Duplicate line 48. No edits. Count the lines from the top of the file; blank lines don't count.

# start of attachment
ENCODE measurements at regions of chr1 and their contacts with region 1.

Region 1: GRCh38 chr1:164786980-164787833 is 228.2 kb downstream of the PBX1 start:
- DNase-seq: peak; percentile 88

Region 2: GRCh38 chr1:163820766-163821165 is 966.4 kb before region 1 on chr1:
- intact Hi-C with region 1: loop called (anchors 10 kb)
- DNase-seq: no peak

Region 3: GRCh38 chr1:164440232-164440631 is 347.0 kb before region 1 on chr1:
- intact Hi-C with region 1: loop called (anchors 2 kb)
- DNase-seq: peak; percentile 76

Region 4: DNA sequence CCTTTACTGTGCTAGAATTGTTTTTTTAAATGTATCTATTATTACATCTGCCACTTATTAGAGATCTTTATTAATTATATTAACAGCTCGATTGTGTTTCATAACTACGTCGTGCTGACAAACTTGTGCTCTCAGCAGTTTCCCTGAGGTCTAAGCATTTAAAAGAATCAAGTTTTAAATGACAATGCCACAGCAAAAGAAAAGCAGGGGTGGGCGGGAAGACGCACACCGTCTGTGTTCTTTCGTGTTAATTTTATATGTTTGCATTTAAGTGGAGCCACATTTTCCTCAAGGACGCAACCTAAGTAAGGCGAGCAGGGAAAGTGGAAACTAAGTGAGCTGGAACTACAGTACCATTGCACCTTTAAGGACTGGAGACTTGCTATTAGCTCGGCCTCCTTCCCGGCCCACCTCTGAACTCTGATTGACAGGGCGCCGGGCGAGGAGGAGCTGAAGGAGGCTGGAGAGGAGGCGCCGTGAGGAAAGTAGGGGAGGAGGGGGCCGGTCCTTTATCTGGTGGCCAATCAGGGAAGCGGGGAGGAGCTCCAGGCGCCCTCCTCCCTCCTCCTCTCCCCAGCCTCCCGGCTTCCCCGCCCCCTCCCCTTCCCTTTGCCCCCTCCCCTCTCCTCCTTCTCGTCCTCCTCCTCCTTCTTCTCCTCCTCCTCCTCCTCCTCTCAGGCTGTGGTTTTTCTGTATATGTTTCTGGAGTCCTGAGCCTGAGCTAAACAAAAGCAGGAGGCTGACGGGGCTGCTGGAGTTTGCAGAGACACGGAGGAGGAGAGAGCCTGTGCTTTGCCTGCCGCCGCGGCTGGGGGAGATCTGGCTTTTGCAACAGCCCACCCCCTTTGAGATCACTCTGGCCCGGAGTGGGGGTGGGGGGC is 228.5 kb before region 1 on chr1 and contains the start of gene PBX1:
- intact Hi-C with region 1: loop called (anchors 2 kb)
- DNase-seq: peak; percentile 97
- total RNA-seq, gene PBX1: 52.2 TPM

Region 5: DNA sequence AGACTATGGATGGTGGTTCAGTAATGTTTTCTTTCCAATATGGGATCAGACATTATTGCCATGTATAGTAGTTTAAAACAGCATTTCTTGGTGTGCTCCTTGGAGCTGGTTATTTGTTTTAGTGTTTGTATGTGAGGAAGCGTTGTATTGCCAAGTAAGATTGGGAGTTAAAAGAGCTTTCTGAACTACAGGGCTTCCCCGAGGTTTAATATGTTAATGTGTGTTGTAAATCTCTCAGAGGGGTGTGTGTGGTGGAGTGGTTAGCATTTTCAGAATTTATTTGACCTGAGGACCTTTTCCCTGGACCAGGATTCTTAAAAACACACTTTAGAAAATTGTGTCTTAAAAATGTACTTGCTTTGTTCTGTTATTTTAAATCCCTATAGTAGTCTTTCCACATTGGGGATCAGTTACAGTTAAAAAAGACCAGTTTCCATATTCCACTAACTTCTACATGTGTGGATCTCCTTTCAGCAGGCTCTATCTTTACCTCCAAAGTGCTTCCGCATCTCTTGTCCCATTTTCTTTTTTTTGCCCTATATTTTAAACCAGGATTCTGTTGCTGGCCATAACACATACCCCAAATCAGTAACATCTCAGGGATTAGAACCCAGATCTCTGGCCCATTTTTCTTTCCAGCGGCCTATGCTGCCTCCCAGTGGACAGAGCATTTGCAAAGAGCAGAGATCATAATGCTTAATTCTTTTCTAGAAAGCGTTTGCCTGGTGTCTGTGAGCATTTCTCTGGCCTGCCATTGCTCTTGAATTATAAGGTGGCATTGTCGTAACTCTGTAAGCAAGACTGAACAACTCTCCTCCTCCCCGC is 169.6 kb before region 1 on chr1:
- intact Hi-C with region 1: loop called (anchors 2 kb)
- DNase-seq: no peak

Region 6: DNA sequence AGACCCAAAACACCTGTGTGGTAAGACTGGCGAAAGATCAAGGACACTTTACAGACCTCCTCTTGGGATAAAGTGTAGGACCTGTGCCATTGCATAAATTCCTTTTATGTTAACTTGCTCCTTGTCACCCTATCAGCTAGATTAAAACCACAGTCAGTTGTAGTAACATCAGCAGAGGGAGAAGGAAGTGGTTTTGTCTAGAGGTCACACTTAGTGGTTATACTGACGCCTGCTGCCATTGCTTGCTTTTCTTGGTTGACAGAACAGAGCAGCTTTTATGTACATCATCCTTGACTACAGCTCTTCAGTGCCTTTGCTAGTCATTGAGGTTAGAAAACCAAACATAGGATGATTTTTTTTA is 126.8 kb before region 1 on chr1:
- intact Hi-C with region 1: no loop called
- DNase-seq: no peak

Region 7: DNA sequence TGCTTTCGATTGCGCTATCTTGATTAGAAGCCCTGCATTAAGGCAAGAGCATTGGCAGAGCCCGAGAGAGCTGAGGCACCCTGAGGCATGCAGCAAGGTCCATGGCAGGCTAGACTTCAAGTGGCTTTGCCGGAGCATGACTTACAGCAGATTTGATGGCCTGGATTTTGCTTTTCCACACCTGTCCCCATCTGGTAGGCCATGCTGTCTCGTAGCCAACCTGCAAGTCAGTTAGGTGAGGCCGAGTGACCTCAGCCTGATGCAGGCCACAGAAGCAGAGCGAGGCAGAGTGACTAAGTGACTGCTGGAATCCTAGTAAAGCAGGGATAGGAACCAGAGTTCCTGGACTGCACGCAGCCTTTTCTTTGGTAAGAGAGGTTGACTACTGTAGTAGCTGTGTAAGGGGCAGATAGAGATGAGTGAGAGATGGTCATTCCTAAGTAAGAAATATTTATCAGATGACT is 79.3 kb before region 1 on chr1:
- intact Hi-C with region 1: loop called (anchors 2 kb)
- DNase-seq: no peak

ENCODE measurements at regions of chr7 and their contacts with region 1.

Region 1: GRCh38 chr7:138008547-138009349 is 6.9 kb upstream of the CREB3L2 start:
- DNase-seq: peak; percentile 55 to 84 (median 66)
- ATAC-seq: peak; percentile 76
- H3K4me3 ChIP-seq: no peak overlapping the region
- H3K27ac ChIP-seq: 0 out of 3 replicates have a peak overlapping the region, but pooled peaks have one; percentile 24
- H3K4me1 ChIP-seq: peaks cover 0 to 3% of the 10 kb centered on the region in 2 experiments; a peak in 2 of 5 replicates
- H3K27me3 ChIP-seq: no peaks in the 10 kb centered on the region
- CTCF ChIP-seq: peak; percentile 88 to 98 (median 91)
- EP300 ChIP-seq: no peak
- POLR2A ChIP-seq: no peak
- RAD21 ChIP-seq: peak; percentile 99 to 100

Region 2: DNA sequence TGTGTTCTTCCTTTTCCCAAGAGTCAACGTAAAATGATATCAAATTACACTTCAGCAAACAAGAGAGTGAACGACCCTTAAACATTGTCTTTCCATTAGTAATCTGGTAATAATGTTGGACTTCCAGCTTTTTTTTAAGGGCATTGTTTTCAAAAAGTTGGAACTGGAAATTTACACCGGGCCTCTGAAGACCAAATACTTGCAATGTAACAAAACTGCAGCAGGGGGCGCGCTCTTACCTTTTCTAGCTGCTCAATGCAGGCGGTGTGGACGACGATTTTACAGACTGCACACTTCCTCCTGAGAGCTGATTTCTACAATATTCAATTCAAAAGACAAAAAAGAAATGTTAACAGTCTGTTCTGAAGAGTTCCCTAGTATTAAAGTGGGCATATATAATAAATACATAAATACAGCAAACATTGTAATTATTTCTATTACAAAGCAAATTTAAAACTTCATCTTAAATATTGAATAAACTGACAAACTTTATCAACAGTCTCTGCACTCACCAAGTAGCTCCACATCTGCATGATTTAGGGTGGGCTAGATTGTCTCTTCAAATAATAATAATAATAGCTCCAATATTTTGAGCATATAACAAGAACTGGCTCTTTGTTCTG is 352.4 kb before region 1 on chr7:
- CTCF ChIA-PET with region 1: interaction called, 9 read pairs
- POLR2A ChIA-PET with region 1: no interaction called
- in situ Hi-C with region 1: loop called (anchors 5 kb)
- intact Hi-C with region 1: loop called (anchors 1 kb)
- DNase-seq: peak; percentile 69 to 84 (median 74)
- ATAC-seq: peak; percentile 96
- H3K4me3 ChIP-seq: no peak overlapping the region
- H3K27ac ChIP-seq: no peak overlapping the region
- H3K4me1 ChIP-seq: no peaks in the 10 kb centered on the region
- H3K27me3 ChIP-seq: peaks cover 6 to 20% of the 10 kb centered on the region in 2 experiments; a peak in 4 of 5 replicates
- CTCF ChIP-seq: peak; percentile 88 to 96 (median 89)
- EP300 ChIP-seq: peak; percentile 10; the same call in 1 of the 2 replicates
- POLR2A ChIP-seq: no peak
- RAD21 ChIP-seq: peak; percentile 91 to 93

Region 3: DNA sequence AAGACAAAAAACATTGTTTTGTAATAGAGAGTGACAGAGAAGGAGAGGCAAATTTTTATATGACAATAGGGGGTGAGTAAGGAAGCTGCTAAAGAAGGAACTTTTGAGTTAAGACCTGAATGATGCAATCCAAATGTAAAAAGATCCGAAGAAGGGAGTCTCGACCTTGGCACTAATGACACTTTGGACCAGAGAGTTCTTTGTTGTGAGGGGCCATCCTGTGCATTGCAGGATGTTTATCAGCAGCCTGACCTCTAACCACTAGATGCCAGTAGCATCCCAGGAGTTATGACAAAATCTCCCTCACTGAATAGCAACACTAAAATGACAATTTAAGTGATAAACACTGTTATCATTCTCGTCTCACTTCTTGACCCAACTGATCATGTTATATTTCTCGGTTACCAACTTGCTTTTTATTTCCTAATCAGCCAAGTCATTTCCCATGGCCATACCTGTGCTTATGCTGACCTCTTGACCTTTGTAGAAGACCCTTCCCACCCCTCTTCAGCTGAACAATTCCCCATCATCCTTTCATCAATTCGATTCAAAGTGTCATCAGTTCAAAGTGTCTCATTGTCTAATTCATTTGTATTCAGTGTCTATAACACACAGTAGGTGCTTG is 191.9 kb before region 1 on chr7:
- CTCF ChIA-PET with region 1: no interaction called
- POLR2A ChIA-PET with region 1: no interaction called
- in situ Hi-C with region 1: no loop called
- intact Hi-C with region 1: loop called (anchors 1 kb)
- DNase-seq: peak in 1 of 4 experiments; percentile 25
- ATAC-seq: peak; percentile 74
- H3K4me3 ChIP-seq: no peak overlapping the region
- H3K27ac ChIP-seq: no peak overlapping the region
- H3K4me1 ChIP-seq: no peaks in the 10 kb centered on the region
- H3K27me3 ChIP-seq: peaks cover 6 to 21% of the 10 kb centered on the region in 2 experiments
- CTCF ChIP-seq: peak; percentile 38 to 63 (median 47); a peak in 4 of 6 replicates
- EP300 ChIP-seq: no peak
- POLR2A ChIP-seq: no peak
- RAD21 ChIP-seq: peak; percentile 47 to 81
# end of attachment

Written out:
- POLR2A ChIP-seq: no peak